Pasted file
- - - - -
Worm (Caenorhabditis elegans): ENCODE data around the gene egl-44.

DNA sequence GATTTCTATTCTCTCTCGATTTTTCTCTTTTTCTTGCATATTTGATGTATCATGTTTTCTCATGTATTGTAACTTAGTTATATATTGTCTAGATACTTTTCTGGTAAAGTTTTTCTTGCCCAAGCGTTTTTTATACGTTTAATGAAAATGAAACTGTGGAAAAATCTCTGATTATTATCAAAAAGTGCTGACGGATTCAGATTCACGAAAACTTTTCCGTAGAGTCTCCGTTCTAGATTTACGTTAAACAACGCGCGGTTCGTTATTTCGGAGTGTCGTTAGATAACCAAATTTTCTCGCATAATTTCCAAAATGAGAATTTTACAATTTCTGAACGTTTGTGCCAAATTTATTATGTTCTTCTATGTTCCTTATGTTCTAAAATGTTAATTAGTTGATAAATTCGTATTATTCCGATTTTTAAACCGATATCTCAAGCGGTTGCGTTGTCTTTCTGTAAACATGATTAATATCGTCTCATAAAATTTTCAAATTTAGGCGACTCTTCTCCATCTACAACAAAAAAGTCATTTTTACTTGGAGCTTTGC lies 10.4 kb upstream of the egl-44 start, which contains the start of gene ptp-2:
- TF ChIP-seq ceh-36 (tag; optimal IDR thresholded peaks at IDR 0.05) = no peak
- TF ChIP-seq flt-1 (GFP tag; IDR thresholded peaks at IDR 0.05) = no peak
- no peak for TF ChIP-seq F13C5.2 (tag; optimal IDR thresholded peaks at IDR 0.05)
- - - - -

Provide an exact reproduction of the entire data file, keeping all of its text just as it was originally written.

Worm (Caenorhabditis elegans): ENCODE data around the gene egl-44.

DNA sequence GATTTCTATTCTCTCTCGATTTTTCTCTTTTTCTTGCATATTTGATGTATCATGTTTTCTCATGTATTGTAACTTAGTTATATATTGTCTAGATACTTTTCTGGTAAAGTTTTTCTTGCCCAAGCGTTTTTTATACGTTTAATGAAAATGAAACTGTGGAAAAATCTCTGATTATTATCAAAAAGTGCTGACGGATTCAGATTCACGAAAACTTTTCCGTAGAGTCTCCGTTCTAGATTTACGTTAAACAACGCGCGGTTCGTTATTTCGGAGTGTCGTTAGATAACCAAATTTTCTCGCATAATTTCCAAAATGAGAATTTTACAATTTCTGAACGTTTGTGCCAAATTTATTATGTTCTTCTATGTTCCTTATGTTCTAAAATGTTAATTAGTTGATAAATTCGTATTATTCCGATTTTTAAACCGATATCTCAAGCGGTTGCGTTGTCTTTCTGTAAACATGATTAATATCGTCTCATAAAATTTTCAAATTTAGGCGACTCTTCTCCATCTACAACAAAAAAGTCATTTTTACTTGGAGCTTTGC lies 10.4 kb upstream of the egl-44 start, which contains the start of gene ptp-2:
- TF ChIP-seq ceh-36 (tag; optimal IDR thresholded peaks at IDR 0.05) = no peak
- TF ChIP-seq flt-1 (GFP tag; IDR thresholded peaks at IDR 0.05) = no peak
- no peak for TF ChIP-seq F13C5.2 (tag; optimal IDR thresholded peaks at IDR 0.05)